Coronavirus: Male security guards have highest rate of Covid-19 deaths in the UK

Male security guards have the highest rate of Covid-19 deaths in the UK (Picture: Getty)

Male security guards have the highest rate of coronavirus deaths in the UK, according to new figures.

Data released by the Office for National Statistics (ONS) showed people working in social care, the NHS and in occupations such as cleaning, construction work and security, are more likely to die with COVID-19.

Some 4,761 deaths involving the virus were registered among people of working age (20 to 64) in England and Wales between 9 March and 25 May, the ONS said, with nearly two-thirds of these deaths men.

The data found men working in elementary occupations (such as construction workers, security guards and cleaners) had some of the highest rates of death involving Covid-19, with 39.7 deaths per 100,000 men.

Security guards alone had the highest rate, with 74 deaths per 100,000.

Meanwhile, men and women working in social care both had “significantly raised rates of death”, with rates of 50.1 deaths per 100,000 men and 19.1 deaths per 100,000 women.

This compares with 19.1 deaths involving coronavirus per 100,000 men in the general population and 9.7 deaths per 100,000 women in the general population.

Among health workers, only men had higher rates of death involving Covid-19 (30.4 deaths per 100,000 men) when compared with the general population.

But nurses of both sexes appeared to have an increased risk (50.4 deaths per 100,000 male nurses and 15.3 deaths per 100,000 female nurses).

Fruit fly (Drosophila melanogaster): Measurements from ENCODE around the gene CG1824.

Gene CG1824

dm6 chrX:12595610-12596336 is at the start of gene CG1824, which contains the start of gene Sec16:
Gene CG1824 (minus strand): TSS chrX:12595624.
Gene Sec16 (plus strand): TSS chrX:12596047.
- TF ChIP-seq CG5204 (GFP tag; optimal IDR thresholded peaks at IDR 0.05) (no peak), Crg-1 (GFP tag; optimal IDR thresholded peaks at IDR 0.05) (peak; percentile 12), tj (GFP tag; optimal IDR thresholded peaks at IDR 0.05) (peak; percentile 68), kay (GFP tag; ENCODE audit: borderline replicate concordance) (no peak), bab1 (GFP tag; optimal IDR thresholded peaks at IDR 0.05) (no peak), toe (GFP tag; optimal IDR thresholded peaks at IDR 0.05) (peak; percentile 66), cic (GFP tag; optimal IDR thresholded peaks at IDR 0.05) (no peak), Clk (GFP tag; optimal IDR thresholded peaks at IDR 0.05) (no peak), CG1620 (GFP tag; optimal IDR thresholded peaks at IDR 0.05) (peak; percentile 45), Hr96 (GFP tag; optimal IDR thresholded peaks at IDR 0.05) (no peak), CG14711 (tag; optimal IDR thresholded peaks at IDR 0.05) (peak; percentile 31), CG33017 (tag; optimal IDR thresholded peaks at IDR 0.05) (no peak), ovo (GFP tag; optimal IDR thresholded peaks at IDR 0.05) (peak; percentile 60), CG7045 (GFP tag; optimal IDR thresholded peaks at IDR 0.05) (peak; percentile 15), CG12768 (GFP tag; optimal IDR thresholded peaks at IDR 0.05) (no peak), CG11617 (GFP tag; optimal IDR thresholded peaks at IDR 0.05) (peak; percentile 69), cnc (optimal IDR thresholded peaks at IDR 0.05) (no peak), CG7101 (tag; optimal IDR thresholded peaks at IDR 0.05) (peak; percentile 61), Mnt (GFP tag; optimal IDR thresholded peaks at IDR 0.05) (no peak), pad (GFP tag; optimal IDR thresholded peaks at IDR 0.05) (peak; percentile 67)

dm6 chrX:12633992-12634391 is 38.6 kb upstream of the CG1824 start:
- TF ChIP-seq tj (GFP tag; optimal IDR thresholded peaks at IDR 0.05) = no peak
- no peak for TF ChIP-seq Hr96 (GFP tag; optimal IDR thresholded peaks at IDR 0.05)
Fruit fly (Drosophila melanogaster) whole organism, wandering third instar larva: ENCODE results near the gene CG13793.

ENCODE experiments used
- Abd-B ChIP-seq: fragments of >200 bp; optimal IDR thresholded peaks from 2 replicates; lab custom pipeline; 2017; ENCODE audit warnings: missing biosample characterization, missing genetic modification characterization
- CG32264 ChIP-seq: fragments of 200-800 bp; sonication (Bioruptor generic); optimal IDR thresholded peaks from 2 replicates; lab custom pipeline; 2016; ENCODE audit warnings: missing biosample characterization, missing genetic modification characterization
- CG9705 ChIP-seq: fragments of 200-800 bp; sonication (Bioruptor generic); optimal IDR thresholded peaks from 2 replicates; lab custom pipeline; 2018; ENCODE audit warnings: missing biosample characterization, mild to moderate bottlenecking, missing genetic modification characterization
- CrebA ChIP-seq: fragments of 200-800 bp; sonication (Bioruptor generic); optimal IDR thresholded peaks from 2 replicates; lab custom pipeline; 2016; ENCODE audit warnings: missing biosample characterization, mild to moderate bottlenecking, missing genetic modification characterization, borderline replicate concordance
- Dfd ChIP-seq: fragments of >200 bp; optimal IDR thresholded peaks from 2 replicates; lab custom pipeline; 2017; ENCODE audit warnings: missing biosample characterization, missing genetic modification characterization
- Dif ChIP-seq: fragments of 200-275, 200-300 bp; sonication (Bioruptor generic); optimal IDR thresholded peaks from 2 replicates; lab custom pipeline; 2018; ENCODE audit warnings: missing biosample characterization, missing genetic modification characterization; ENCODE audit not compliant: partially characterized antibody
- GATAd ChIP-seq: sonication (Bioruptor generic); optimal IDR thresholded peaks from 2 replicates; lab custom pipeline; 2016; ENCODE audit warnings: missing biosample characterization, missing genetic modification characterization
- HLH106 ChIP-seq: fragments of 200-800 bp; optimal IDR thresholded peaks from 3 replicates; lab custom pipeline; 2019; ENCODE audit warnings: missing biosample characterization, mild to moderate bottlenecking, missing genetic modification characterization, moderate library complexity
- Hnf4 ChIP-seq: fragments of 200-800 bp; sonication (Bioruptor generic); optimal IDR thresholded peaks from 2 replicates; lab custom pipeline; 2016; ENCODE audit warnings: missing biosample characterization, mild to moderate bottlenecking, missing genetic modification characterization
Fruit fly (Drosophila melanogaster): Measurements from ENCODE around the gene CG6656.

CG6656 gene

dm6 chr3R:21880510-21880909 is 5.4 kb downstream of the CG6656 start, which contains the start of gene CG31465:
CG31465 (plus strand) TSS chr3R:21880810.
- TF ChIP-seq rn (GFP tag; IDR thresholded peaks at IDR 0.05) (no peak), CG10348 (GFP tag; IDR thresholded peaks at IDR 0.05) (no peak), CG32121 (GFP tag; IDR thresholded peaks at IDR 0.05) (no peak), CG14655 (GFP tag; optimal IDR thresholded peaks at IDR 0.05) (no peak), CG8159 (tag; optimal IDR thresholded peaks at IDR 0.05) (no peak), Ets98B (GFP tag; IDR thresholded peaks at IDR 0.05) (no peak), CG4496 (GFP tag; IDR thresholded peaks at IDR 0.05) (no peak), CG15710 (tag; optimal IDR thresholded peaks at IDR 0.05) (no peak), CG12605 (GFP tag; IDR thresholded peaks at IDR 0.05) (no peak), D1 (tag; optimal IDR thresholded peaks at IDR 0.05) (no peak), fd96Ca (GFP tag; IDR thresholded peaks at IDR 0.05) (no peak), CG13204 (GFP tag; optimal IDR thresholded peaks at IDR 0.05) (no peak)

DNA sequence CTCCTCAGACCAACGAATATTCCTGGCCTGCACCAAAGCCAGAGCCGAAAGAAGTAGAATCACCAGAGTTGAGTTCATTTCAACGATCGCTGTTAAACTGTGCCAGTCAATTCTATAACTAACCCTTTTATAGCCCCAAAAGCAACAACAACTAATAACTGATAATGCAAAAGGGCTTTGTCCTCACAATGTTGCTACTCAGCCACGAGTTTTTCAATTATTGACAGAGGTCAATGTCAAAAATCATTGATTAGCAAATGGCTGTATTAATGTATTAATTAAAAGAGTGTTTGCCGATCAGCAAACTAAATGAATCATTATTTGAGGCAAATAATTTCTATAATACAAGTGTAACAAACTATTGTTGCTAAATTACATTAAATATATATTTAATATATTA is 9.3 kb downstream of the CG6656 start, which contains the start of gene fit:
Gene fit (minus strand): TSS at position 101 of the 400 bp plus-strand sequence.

Doctors and nurses stand near Downing Street to remember colleagues who have died fighting the coronavirus pandemic (Picture: AP)

Among women, those at higher risk of death included sales and retail assistants (15.7 deaths per 100,000 women), national government administrators, and process, plant and machine operatives.

For men, some of the more risky professions were taxi drivers and chauffeurs, bus and coach drivers, chefs and sales and retail assistants.

Of the 17 occupations found to have higher rates of death involving Covid-19, 11 had higher proportions of workers from black, Asian and minority ethnic (BAME) backgrounds.

A coronavirus patient is treated by a nurse at Addenbrooke's hospital in Cambridge (Picture: AP)

Ben Humberstone, head of health analysis and life events for the ONS, said: “There are lots of complex things playing out during the pandemic and the risk of death involving Covid-19 is influenced by a range of factors including the job someone does, but also age, ethnicity and underlying health conditions.

“We also know that people living in the most deprived local areas, and those living in urban areas such as London, have been found to have the highest rates of death involving Covid-19.

“Today’s analysis shows that jobs involving close proximity with others, and those where there is regular exposure to disease, have some of the highest rates of death from Covid-19.

“However, our findings do not prove conclusively that the observed rates of death involving Covid-19 are necessarily caused by differences in occupational exposure.”

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